Drinks after work.
Having the flexibility to work from home means that I can wear whatever I want. And despite what some might think, I do still actually get dressed every day (eventually).
My wife and I will occasionally meet for lunch, but otherwise lunch is now made in my kitchen. There is no excuse not to have breakfast now, so those doughnuts at the gas station are a thing of the past as well. The lack of driving has significantly reduced the odds of getting a speeding ticket as well.
This has not been an exhaustive look at the financial benefits of working from home, but clearly the lack of a commute has reduced or eliminated multiple key expenses.
Based on my habits from these first few months of working from home, we could consider eliminating one of our vehicles. However, I don’t think we will pursue that any time soon as our cars are all paid for and I like the flexibility that having two cars provides. I am comfortable with the trade-off to have that luxury.
Even if the salary between my old employer and new employer were equivalent, working from home would be saving me a minimum of $4,180 each and every year. As noted above, it is not unrealistic to see that number be closer to $5,000-6,000 when you account for expenses such as clothes and eating out.
Looking at this with my DGI lens, working from home is adding at least $115 in forward dividend income by investing that money instead of spending it on commuting to work.
Have you ever worked from home? What type of benefits did you see?
25 thoughts on “Financial Benefits of Working From Home”
Those are some awesome numbers DivvyDad! Amazing to see the impact such a change has on your life / money and physical health!
With my job its not possible to work from home, I have done it in the past with my own company but I never really felt good doing it. I like / need (?) the interaction with other people.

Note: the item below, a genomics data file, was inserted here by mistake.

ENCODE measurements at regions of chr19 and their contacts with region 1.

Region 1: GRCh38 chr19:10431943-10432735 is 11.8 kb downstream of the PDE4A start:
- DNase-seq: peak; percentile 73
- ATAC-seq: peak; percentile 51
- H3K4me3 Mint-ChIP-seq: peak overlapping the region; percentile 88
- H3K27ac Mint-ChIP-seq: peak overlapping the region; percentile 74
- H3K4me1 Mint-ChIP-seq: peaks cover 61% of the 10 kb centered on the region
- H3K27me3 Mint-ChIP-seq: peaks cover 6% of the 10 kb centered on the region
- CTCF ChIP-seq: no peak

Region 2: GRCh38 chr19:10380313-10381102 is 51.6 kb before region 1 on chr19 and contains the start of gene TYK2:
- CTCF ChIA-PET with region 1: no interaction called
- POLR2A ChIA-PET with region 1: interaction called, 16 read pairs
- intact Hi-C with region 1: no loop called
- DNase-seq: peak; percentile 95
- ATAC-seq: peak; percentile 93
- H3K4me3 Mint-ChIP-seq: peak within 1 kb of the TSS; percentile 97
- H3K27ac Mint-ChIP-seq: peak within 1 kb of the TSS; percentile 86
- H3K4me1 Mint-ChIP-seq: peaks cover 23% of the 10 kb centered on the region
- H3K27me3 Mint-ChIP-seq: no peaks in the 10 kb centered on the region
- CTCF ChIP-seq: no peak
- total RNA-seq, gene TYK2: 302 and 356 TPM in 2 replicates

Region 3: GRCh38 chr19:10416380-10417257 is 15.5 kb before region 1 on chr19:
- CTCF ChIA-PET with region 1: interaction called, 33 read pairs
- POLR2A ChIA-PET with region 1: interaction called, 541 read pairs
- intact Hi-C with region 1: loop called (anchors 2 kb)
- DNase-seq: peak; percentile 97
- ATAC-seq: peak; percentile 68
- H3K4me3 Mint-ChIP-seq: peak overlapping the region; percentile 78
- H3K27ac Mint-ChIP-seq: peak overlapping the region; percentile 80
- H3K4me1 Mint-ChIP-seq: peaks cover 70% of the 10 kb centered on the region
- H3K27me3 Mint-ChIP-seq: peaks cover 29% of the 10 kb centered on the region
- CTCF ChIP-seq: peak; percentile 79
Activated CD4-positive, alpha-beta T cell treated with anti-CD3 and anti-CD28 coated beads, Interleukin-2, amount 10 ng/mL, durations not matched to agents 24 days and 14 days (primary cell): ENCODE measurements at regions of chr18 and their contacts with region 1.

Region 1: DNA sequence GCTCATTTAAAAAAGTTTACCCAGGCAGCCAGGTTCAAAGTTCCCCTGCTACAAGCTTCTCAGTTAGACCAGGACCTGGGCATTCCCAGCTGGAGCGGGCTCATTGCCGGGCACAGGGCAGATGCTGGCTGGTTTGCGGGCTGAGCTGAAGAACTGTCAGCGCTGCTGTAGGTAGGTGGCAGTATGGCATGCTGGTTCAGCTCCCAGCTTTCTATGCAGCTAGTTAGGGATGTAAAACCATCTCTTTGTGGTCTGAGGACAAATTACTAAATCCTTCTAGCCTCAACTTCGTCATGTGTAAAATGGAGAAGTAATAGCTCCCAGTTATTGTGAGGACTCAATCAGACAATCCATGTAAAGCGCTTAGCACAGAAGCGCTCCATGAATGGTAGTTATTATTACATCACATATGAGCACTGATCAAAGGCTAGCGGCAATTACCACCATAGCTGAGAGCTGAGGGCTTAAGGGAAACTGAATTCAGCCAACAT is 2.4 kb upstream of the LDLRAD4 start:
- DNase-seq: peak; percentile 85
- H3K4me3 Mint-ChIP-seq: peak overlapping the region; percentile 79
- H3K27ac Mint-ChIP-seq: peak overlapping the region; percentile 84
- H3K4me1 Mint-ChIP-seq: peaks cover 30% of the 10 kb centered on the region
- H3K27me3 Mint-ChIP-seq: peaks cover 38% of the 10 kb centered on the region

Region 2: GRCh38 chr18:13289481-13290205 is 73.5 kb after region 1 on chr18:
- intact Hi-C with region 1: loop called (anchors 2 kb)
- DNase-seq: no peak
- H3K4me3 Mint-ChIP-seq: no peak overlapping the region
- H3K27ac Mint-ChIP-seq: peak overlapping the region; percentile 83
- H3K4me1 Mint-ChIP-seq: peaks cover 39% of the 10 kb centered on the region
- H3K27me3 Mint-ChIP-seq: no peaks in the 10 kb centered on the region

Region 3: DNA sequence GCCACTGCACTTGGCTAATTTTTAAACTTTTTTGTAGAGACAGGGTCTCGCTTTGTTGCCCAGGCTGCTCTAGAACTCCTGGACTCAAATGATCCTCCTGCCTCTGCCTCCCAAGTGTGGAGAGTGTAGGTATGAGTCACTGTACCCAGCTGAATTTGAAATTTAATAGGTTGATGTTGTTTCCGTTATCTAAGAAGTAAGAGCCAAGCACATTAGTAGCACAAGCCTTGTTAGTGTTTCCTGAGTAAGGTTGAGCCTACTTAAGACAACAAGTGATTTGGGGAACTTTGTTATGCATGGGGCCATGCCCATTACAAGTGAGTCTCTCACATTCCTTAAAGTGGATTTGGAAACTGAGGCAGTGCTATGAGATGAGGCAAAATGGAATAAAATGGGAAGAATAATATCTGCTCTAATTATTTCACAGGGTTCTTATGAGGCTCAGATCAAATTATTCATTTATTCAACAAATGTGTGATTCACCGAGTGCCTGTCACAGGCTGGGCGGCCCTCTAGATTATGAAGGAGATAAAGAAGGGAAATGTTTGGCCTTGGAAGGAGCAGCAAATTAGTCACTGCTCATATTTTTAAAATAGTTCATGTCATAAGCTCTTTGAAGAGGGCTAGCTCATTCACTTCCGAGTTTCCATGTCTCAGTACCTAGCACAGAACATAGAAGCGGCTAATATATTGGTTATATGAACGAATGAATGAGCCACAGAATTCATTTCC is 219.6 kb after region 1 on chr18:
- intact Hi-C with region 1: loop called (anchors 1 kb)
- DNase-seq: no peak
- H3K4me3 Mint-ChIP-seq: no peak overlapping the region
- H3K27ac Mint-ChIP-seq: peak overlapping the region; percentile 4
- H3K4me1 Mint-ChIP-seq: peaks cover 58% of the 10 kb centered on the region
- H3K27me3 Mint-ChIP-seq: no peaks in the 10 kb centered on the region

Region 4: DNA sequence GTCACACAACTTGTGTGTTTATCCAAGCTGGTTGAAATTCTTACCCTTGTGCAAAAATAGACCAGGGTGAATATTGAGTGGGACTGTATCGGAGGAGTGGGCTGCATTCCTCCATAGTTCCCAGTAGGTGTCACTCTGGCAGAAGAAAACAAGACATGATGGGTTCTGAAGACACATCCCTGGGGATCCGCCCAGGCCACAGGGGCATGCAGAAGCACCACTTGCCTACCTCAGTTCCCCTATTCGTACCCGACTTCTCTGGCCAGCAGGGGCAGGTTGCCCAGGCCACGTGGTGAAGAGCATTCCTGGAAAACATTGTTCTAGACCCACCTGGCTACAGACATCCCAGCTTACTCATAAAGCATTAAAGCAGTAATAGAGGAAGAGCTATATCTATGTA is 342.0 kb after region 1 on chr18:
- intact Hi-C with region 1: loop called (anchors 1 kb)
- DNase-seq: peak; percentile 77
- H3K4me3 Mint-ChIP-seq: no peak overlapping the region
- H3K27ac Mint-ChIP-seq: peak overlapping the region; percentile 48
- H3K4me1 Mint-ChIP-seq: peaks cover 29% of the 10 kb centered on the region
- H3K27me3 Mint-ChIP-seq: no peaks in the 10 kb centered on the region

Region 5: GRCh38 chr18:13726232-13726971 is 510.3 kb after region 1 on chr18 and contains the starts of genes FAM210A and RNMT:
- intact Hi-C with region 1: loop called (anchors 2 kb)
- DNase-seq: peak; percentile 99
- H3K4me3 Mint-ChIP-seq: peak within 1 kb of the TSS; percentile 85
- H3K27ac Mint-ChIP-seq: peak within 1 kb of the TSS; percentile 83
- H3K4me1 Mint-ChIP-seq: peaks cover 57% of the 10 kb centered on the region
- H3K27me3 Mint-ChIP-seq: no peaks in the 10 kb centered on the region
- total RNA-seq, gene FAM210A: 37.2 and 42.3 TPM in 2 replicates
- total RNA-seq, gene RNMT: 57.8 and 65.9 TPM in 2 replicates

Yeah, I was a little surprised when I actually sat down and calculated just how much was being saved. It is essentially like an additional raise just by eliminating the commute.
I am very fortunate to have a job where I can be remote, which in part has been necessitated by the fact that I work for global companies and a lot of the teams I work with are in Europe or Asia. It can be tough not to have the daily interaction with colleagues, however my dog keeps me company until my wife and kids get home haha. =)
I don’t miss my commuting days DD. Like you, for so many years I would spend an hour and a half to 2 and half hours commuting per day in metropolitan traffic. Not only is it a waste of money, but a waste of time and personal energy. Tom
Absolutely Tom, it is amazing how much the commute wears you down. It feels so liberating to know I can sleep longer now and still be working earlier than when I was commuting–plus at the end of the day, there is no long drive to get home.
During the winter months, I had some nightmare commutes during snow storms. The worst time it took me longer to get home than I spent working the entire day!
The advantages are well detailed here, but are there also disadvantages? Usually management jobs, particularly senior ones, pay more than individual contributor jobs but they also might not fit a remote work situation. Does working from home impose a glass ceiling of sorts? I’m early retired and side gig mostly from home as a consultant, but do have to travel frequently. I never really worked remotely. I’m just curious about the model since my career was a typical old fashioned 9 to 5.
Hi Steveark, thanks for stopping by and for your question.
I think there are disadvantages, but in part it depends on the company that you work for and your own personality as well (e.g. the lack of constant interaction with colleagues in a face-to-face manner). I work in IT management, and fortunately working from home has not caused any issues. While I was with my prior employer, and expected to be in the office most days, I had direct reports that worked in different states and different countries–so remote management was natural. At that job my boss was also in a different location.